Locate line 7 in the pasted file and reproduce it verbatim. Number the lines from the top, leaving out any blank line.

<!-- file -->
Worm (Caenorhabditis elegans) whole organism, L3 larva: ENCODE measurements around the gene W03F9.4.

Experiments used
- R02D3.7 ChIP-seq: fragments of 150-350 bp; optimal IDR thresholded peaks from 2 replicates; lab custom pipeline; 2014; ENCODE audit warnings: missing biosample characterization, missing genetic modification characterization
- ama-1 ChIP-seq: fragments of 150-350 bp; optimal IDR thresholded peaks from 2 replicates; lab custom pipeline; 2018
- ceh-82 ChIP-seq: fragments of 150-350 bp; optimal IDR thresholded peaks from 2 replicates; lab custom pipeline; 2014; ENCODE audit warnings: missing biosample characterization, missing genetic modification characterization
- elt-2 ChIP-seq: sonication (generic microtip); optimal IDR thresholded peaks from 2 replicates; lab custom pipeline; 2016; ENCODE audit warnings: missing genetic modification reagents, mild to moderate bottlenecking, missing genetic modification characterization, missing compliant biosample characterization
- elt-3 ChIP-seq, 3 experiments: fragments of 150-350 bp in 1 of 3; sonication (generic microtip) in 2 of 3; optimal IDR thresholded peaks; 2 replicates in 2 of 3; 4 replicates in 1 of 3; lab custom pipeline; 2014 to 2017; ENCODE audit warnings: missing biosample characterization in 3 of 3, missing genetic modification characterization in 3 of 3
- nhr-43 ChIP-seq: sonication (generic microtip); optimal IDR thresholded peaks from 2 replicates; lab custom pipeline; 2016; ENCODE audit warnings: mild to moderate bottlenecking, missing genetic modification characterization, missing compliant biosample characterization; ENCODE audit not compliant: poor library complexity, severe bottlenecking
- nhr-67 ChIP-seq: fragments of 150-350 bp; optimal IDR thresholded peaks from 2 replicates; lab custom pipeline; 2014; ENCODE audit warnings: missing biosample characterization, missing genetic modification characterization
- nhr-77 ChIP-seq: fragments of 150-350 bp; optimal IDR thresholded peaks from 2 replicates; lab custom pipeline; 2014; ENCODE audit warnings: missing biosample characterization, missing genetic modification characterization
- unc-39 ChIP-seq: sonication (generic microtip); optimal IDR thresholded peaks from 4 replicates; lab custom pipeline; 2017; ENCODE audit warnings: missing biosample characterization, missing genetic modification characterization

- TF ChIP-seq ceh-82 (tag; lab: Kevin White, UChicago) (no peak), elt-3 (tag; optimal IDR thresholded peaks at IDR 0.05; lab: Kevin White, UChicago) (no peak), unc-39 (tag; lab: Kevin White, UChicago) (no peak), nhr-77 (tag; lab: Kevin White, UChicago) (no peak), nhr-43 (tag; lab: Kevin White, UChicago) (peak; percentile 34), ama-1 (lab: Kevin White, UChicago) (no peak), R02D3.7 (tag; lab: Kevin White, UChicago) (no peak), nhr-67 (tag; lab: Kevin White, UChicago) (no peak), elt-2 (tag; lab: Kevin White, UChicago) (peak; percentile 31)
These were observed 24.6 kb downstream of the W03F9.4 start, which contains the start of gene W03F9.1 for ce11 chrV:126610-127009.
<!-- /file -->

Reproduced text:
- elt-3 ChIP-seq, 3 experiments: fragments of 150-350 bp in 1 of 3; sonication (generic microtip) in 2 of 3; optimal IDR thresholded peaks; 2 replicates in 2 of 3; 4 replicates in 1 of 3; lab custom pipeline; 2014 to 2017; ENCODE audit warnings: missing biosample characterization in 3 of 3, missing genetic modification characterization in 3 of 3